Start with a Soil Test
Organic lawn care should start with a current soil test before adding soil amendments. Adding soil amendments in the absence of a current soil test is irresponsible and may contribute to pollution and health concerns. Use the following recommendations as a guide.
It is recommended that the application of soil amendments be based on recommendations from a current soil test taken within the last 3 years. The soils lab should be accredited and located within the geographic region where the soil samples are taken from to ensure the analysis used is applicable to soils in the region. Refer to the soil lab web site or printed material for guidance on taking and submitting samples.
The soil sample should be a composite of 8 – 15 samples taken from an area of the lawn that is similar and representative. Samples should be taken within the primary root zone, 2 – 6 inches deep using a soil probe or spade and placed in a clean pail or container. Thoroughly mix the samples together and remove any plant materials. Clearly label a sealable plastic bag with your name and sample location. Place approximately a cup of soil from the composite sample in the bag and seal it and promptly submit it to the lab for testing. A typical soil test will analyze the pH, phosphorus, potassium and percent organic matter and may provide an interpretation. The soil pH is a measure of the acidity or alkalinity of the soil which affects nutrient availability for plants as shown in the chart below. If the lawn has other areas that are different from the area where the samples were taken, pull other composite samples as needed, clearly label them and submit them for separate soil tests.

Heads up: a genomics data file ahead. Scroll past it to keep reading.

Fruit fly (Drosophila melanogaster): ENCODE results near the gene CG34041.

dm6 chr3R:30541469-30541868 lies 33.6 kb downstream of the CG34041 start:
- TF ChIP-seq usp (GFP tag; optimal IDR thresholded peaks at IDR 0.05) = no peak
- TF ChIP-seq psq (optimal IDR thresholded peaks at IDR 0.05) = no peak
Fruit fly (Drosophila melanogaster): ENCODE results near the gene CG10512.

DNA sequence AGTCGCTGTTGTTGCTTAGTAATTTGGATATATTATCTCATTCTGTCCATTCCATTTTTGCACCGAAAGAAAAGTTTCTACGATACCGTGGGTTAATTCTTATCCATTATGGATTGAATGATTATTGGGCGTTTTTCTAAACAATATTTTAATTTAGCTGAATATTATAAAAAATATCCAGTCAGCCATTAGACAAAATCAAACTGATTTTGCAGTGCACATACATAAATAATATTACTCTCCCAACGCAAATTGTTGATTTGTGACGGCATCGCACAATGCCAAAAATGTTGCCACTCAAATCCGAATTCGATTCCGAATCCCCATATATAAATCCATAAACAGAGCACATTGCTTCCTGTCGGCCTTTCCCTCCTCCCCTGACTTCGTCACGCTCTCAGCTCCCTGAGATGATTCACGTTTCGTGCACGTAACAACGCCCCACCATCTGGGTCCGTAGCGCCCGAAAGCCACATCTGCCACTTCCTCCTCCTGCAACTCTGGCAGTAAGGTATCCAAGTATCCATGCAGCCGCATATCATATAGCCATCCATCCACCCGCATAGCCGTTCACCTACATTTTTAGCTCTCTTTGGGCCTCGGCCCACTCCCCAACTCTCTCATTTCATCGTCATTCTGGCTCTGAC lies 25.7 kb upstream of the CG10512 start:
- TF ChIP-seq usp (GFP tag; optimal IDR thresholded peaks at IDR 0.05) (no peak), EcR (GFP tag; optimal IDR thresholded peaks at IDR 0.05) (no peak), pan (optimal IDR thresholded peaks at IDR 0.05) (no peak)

The best times to take samples are in the spring before amendments are added or in the fall for the coming year. Samples should always be taken before establishing new lawn plantings when it is easier to incorporate soil amendments in the soil. The publication, Turfgrass Maintenance in the Midwest, recommends that soil samples be taken when soil temperatures are above 50 degrees. (Voigt p. 9)
Voigt, Tom; McPheeters, Ken. Turfgrass Maintenance in the Midwest. U5009. Urbana, IL. Vocational Agricultural Service, 1997.
Earthly Friendly Land Care. Inc.